6.1" Mississippian Coelacanth (Caridosuctor) Fossil - Montana

This is a 6.1" long coelacanth (Caridosuctor populosum) fossil from the Bear Gulch Limestone (Heath Shale Formation) of Fergus County, Montana. The back of the shale has been coated in an epoxy to ensure structural integrity of the specimen. An acrylic display stand will accompany your purchase.

There are some spots of restoration on this specimen. They can be found along the repaired cracks that cross through the body of the coelacanth. The "secondary tail" that extends past the upper and lower half of the primary tail has been restored. The dorsal and pelvic fins have also undergone some touchup restoration.

Caridosuctor is a genus of prehistoric coelacanth, a lobe-finned fish, which lived during the Carboniferous period (Serpukhovian stage, about 318 - 326 million years ago). Fossils of it have been found in the Bear Gulch beds of the Heath Formation in central Montana, These limestone layers constitute one of the lesser-known conservation Lager- stätten, but are of great significance because they contain one of the most diverse and best preserved fossil fish assemblages in the world.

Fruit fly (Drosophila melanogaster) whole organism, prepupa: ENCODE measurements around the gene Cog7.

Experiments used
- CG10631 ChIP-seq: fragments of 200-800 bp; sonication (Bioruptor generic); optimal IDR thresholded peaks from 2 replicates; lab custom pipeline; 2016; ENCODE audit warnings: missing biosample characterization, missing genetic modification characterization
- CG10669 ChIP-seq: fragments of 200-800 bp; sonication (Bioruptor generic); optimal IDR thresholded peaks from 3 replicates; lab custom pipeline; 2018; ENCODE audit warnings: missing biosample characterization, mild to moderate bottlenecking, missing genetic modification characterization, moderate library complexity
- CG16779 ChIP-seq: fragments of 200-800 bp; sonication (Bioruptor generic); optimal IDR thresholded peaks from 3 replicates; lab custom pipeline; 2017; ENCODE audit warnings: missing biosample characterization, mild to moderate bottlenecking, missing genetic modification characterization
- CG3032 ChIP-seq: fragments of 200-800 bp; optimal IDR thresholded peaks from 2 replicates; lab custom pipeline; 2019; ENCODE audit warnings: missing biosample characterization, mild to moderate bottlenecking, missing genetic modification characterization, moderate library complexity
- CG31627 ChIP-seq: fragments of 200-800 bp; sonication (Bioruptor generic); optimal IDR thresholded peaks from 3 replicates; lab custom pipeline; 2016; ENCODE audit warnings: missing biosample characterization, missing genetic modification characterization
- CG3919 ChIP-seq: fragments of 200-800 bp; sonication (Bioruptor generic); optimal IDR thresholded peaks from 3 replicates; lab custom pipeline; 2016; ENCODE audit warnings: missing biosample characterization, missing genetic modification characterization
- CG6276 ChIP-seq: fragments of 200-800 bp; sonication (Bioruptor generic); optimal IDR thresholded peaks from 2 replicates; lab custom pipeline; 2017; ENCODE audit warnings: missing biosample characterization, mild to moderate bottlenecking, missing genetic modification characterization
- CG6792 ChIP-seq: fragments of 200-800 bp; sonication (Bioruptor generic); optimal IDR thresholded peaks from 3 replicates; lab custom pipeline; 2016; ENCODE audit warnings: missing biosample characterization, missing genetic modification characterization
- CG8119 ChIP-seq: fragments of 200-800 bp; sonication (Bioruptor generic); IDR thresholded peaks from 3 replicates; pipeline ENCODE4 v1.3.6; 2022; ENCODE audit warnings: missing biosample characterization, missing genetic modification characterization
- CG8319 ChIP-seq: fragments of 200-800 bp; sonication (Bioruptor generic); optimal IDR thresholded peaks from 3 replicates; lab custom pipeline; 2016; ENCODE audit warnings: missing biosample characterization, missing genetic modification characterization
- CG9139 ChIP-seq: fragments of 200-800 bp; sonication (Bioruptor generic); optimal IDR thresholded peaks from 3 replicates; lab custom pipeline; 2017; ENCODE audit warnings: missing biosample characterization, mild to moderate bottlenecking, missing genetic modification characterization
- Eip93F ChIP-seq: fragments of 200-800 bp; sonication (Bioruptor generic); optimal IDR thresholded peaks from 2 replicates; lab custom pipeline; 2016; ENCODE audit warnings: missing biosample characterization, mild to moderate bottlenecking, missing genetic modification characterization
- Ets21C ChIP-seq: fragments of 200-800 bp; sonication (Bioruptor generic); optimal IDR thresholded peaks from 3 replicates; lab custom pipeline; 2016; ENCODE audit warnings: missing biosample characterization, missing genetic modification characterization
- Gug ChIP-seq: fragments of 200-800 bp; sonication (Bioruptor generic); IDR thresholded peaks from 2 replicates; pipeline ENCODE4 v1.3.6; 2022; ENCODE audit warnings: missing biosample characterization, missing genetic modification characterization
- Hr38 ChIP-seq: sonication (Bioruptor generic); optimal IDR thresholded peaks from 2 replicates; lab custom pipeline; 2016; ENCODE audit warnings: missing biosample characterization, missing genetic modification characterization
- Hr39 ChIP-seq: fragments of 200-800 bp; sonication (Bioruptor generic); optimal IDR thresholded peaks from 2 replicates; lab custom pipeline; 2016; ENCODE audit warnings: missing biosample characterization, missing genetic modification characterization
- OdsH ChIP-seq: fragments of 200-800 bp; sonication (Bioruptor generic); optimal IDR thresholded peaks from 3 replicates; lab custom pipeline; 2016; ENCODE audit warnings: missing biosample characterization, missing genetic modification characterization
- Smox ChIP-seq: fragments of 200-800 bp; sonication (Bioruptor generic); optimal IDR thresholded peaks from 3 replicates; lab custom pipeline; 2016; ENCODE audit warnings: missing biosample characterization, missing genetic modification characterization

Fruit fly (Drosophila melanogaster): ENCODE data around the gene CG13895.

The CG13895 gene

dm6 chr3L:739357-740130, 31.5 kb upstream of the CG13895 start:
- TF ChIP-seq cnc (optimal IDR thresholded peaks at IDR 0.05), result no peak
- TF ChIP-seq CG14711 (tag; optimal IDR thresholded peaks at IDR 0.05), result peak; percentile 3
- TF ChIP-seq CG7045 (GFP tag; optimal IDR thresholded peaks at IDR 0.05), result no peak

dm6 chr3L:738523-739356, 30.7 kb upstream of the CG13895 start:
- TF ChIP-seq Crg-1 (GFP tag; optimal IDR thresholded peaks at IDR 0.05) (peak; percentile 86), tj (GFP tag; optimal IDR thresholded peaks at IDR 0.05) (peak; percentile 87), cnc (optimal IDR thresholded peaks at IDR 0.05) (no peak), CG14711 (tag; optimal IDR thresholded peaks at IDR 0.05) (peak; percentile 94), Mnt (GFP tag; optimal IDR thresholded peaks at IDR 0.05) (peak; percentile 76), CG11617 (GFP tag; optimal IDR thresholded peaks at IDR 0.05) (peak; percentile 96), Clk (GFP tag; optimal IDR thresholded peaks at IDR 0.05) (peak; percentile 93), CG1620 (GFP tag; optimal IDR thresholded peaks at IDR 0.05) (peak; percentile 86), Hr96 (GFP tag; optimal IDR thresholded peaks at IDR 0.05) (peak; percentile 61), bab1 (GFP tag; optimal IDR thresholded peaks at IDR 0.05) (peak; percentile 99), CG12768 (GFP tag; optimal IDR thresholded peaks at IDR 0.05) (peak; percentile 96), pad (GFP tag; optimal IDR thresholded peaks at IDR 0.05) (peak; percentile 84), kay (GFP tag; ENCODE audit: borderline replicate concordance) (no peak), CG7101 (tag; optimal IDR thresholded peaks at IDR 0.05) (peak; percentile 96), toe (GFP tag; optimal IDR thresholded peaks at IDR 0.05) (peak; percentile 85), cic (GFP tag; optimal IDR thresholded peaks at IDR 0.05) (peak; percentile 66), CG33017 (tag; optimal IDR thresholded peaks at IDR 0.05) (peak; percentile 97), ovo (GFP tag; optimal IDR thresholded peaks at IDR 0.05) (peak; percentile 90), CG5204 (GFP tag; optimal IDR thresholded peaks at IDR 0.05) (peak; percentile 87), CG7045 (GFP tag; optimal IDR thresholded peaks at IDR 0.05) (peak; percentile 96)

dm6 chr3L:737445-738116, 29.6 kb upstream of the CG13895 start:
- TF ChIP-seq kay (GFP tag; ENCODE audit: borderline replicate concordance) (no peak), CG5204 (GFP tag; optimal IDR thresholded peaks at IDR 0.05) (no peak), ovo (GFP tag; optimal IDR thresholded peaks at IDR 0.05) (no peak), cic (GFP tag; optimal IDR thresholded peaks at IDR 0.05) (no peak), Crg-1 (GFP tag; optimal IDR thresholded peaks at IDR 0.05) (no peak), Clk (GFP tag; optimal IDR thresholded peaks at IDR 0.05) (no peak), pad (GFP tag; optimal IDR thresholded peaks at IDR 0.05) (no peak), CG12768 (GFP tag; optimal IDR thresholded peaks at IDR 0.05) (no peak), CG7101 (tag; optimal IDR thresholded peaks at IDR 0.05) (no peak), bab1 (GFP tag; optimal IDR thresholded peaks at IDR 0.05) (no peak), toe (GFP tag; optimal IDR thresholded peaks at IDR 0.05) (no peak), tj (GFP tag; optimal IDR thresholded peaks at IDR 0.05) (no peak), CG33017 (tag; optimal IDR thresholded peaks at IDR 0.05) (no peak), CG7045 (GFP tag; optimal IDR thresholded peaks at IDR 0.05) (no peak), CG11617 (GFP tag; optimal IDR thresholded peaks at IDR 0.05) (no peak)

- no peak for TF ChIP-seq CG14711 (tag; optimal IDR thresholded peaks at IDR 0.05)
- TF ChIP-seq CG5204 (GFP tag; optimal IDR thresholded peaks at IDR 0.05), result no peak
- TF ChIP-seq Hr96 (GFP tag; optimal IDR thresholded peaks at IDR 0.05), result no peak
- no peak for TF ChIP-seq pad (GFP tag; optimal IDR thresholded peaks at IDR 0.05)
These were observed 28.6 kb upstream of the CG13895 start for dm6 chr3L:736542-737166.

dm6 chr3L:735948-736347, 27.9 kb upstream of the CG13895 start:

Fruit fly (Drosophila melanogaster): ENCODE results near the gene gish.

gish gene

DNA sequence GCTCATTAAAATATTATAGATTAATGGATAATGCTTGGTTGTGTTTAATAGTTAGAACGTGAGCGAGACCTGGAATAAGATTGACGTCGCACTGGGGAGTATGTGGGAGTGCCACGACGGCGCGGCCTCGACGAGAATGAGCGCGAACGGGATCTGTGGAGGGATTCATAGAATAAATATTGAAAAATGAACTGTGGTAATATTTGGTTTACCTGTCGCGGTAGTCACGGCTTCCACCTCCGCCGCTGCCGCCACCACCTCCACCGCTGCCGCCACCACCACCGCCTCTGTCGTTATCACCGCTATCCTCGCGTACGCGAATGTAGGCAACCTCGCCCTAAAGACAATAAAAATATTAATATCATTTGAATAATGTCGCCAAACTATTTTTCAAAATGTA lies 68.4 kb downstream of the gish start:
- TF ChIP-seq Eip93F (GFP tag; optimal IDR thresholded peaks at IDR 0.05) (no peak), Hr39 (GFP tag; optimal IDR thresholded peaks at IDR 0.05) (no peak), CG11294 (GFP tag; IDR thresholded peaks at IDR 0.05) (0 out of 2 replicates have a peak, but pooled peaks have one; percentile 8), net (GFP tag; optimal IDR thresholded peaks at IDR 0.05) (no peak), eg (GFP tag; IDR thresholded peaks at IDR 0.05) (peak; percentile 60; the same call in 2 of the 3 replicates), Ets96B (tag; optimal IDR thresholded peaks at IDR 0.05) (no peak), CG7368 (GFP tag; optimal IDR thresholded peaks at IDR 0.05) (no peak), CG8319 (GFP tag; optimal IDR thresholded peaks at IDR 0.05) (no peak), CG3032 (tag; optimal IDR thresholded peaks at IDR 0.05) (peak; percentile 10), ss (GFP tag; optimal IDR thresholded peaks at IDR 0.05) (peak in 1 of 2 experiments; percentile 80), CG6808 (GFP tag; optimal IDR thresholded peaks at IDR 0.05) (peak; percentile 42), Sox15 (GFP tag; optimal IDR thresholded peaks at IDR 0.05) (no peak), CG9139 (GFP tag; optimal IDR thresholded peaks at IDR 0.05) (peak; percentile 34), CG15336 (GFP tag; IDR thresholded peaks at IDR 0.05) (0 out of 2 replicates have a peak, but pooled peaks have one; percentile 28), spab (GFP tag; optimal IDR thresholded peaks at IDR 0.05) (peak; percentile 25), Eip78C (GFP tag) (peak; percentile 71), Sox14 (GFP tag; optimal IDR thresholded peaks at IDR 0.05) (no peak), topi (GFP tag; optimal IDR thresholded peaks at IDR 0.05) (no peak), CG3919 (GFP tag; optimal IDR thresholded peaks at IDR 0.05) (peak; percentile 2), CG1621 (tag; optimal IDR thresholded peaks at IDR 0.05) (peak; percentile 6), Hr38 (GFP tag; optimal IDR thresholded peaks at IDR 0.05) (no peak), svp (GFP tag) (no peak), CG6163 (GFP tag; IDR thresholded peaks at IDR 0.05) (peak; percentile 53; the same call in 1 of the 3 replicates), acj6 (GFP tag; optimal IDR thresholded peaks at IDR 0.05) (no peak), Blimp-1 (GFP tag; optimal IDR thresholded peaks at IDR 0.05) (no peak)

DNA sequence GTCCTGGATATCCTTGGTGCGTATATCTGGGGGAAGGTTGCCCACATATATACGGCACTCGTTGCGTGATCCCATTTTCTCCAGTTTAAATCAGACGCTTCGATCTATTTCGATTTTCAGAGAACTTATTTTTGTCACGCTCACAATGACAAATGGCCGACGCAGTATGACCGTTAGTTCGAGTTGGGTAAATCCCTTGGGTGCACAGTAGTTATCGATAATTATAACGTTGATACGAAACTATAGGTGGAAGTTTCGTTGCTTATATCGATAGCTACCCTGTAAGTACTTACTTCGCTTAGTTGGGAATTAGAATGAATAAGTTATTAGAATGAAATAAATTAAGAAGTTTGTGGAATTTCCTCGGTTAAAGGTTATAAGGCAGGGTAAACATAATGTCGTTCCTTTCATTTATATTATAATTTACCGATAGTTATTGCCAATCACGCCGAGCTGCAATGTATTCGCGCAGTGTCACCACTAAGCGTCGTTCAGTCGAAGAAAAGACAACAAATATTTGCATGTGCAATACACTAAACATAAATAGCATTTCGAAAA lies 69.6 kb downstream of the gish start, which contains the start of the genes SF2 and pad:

Caridosuctor populosum
Fergus County, Montana
Bear Gulch Limestone Member - Heath Shale Formation
Coelacanth: 6.1" long, Shale: 7.8 x 5.2
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